After the cleaning was performed a large population of flour beetles remained. The site’s team called for another clean up and consultation for options to eradicate the problem before the facility went back into operation. Due to the level of the infestation and the complexity of the flour system, fumigation with VAP-X would be the most effective option to ensure control.

With a short window, a plan was implemented to take control and return the facility in a 36-hour timeframe. The flour silos, silo room, transfer systems, connected areas, and day bin had to be fumigated with ProFume fumigant. ProFume gas fumigant is a cylinderized gas fumigant labeled to control all life stages of insects and rodents in structures used to store, process and transport most raw and processed commodities. The other related areas were treated with VAP-X a powerful space treatment combined with an Insect Growth Regulator (IGR).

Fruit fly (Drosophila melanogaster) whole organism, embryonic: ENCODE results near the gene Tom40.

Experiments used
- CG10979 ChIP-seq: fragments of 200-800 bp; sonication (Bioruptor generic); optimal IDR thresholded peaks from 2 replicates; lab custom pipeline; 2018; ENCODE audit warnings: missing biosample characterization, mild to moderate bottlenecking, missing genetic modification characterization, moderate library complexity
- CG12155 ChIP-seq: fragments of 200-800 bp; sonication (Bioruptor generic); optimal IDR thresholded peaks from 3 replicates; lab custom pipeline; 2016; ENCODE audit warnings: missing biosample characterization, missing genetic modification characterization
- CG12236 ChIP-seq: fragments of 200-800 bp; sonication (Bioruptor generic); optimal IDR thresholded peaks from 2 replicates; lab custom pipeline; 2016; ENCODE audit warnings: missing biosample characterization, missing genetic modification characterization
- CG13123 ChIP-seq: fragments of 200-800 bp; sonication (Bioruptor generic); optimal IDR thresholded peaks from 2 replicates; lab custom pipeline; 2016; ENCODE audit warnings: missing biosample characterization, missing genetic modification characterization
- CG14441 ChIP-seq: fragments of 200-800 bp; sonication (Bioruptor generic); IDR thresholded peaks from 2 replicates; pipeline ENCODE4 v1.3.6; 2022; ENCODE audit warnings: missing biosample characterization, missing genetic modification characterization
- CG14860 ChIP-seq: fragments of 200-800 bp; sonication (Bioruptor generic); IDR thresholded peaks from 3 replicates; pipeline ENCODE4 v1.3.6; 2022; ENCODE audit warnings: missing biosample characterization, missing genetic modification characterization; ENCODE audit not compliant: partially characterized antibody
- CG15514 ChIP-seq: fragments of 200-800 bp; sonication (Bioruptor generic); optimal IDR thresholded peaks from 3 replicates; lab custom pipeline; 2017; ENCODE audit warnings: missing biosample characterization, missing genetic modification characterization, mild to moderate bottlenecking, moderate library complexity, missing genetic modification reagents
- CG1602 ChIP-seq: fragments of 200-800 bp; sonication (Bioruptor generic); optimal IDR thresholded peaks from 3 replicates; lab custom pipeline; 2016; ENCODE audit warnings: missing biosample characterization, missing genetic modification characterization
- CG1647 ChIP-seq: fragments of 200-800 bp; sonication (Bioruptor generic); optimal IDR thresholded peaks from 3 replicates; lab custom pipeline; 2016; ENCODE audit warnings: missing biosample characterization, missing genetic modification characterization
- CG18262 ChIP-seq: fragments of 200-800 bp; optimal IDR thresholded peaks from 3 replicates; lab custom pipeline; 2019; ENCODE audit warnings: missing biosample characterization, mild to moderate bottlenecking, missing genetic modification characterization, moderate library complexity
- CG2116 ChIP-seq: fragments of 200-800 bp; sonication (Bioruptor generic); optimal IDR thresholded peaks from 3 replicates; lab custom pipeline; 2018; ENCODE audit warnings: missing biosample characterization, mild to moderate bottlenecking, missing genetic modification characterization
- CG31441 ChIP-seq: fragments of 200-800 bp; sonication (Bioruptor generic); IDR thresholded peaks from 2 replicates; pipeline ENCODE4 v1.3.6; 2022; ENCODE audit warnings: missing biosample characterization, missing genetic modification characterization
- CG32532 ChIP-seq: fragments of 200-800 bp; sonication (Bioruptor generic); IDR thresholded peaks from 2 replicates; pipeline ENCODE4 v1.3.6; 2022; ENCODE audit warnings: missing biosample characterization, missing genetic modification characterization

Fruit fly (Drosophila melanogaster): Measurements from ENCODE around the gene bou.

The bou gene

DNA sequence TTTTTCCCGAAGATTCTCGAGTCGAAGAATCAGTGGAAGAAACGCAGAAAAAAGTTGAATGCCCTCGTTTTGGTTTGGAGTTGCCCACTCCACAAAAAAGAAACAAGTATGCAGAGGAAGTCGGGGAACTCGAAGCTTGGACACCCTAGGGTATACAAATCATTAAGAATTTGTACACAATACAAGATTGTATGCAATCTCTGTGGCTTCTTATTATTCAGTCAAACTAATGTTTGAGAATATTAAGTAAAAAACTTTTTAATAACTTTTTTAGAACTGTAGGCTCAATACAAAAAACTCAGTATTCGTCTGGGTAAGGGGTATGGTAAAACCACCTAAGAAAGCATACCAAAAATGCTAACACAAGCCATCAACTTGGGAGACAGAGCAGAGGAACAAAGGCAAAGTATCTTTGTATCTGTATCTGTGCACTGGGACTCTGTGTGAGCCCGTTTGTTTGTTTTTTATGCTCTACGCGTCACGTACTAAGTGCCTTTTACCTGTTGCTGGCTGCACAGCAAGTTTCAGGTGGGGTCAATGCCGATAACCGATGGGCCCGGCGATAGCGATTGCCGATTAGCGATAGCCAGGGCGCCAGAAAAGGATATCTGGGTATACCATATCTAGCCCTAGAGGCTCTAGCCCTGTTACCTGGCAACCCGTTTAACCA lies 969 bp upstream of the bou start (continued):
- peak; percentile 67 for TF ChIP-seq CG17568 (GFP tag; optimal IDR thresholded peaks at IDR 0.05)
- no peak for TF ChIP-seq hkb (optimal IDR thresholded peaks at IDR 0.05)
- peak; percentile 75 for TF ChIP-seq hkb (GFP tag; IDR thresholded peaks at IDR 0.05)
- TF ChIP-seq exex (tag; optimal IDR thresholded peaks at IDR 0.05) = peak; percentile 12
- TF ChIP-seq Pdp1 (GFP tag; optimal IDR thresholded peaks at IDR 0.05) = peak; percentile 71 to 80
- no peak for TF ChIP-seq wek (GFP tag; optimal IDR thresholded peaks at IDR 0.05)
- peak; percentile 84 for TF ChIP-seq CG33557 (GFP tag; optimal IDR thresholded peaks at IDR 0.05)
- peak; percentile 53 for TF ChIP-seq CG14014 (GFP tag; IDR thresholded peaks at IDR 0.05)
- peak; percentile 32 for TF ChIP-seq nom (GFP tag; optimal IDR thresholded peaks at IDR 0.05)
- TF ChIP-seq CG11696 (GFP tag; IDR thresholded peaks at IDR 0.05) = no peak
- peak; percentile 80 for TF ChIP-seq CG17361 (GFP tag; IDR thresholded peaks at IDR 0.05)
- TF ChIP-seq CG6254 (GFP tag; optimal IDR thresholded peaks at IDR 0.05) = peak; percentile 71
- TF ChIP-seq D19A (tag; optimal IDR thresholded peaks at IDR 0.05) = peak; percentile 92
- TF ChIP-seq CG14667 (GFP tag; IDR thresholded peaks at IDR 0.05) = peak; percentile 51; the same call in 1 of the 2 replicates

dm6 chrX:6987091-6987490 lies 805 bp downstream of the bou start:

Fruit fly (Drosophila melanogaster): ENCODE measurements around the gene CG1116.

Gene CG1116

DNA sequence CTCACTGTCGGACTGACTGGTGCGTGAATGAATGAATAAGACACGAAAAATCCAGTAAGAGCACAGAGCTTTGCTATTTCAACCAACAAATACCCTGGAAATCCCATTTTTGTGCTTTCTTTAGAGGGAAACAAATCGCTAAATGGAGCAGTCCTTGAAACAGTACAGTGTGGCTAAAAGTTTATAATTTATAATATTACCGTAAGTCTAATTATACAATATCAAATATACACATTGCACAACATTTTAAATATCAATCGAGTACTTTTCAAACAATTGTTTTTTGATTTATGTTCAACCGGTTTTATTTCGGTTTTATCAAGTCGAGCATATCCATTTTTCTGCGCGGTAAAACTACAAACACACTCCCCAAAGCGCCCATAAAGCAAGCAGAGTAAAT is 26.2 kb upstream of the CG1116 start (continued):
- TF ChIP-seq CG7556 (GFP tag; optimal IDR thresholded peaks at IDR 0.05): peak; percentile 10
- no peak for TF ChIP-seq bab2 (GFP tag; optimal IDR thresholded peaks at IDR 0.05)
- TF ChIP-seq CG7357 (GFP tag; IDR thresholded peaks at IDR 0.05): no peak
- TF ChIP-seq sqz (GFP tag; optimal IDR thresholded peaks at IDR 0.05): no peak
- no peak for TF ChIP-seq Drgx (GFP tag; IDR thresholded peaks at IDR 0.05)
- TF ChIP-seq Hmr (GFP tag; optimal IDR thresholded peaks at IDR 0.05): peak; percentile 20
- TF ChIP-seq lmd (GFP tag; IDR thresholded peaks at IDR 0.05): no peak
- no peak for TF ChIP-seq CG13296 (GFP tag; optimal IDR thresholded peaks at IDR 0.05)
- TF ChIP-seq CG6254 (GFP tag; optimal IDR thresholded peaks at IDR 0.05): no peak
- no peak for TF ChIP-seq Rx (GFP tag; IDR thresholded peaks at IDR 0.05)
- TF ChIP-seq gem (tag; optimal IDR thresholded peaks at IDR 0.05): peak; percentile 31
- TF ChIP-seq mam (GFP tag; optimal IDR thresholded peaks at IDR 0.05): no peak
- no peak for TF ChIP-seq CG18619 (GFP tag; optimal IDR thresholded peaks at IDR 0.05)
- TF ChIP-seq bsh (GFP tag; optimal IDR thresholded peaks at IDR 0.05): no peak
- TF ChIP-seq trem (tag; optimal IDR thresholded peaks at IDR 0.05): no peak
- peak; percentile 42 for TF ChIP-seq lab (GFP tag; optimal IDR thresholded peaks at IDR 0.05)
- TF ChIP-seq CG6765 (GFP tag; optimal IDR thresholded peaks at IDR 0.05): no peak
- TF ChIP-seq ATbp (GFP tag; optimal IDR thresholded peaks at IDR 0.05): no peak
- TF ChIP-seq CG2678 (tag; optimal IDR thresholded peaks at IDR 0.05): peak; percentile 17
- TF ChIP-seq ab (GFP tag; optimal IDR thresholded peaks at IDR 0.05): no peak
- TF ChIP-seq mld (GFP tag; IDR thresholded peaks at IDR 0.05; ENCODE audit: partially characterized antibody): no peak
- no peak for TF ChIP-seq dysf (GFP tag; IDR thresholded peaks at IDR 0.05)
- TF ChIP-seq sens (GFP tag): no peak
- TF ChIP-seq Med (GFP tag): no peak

After the treatment was conducted a post treatment inspection yielded additional information. It was noted that the ladder system that was lowered into the silos for cleaning had breaks in the hollow welding that helped contribute to re-infestation. It was also found that cracks in the fluidizer had to be repaired to help reduce harborage. The dead areas of the transfer system had to be cleaned out and added to the MSS.

  • The company changed some practices after the fumigation and evaluation was complete.
  • Silo cleaning was added to the MSS to twice a year or as needed.
  • If activity was found, the cleanout cycle was increased to every 21 days to keep in line with the average life cycle of stored product pests.
  • Escalation thresholds were set to include treatment up to fumigation if activity was not corrected with cleaning.
  • Product will be reduced to low levels before shutdown and cleaning will be performed as soon as the plant goes down to reduce the time for stored product pest activity to spike. Cleaning will again be performed before production is resumed.
  • If insects are found during inbound flour receiving the load will be rejected, the flour removed, and the bins cleaned.

Submitted by: George Steltzer, Fumigation Manager, RK Environmental Services, LLC